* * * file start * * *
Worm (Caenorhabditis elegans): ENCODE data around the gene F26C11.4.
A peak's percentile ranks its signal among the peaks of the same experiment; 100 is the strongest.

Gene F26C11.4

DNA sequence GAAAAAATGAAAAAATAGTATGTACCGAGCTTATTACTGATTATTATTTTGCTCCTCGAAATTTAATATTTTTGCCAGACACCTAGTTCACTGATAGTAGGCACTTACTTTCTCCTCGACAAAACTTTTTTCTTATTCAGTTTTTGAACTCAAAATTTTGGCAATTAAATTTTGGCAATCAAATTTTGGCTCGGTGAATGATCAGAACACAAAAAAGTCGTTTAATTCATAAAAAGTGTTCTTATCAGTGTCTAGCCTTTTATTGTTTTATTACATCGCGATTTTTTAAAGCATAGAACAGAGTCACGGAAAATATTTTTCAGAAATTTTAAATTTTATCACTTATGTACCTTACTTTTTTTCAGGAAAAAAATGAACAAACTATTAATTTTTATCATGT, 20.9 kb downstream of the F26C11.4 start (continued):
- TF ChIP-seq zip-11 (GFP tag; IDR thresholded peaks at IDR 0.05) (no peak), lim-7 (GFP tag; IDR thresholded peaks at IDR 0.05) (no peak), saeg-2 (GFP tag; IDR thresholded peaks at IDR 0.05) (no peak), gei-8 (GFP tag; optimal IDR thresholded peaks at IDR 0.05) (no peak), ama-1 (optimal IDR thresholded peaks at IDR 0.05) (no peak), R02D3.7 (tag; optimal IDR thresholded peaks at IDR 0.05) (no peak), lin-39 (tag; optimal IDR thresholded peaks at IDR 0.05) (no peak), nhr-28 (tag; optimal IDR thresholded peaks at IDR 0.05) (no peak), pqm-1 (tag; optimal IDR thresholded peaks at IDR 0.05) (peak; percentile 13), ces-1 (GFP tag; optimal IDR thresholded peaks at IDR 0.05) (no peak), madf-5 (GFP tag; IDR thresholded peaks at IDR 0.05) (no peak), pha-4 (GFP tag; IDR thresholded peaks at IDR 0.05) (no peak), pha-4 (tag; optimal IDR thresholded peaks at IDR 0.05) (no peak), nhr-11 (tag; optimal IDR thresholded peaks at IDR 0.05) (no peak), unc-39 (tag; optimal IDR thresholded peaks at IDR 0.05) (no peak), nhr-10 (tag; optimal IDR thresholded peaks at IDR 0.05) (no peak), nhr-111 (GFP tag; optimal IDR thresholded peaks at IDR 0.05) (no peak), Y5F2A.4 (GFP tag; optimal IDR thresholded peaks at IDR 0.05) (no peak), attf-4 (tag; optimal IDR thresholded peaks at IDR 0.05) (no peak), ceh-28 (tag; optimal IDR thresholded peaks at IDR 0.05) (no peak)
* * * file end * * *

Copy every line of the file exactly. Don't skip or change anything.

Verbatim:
Worm (Caenorhabditis elegans): ENCODE data around the gene F26C11.4.
A peak's percentile ranks its signal among the peaks of the same experiment; 100 is the strongest.

Gene F26C11.4

DNA sequence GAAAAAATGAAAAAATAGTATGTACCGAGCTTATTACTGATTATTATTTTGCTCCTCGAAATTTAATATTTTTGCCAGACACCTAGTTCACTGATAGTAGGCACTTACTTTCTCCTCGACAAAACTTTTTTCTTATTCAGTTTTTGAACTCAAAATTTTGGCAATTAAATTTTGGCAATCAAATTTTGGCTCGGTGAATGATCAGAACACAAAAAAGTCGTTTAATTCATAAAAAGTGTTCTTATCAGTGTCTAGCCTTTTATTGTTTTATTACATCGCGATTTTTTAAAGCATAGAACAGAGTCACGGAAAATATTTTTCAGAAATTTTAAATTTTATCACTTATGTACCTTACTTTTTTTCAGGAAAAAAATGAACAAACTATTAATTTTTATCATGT, 20.9 kb downstream of the F26C11.4 start (continued):
- TF ChIP-seq zip-11 (GFP tag; IDR thresholded peaks at IDR 0.05) (no peak), lim-7 (GFP tag; IDR thresholded peaks at IDR 0.05) (no peak), saeg-2 (GFP tag; IDR thresholded peaks at IDR 0.05) (no peak), gei-8 (GFP tag; optimal IDR thresholded peaks at IDR 0.05) (no peak), ama-1 (optimal IDR thresholded peaks at IDR 0.05) (no peak), R02D3.7 (tag; optimal IDR thresholded peaks at IDR 0.05) (no peak), lin-39 (tag; optimal IDR thresholded peaks at IDR 0.05) (no peak), nhr-28 (tag; optimal IDR thresholded peaks at IDR 0.05) (no peak), pqm-1 (tag; optimal IDR thresholded peaks at IDR 0.05) (peak; percentile 13), ces-1 (GFP tag; optimal IDR thresholded peaks at IDR 0.05) (no peak), madf-5 (GFP tag; IDR thresholded peaks at IDR 0.05) (no peak), pha-4 (GFP tag; IDR thresholded peaks at IDR 0.05) (no peak), pha-4 (tag; optimal IDR thresholded peaks at IDR 0.05) (no peak), nhr-11 (tag; optimal IDR thresholded peaks at IDR 0.05) (no peak), unc-39 (tag; optimal IDR thresholded peaks at IDR 0.05) (no peak), nhr-10 (tag; optimal IDR thresholded peaks at IDR 0.05) (no peak), nhr-111 (GFP tag; optimal IDR thresholded peaks at IDR 0.05) (no peak), Y5F2A.4 (GFP tag; optimal IDR thresholded peaks at IDR 0.05) (no peak), attf-4 (tag; optimal IDR thresholded peaks at IDR 0.05) (no peak), ceh-28 (tag; optimal IDR thresholded peaks at IDR 0.05) (no peak)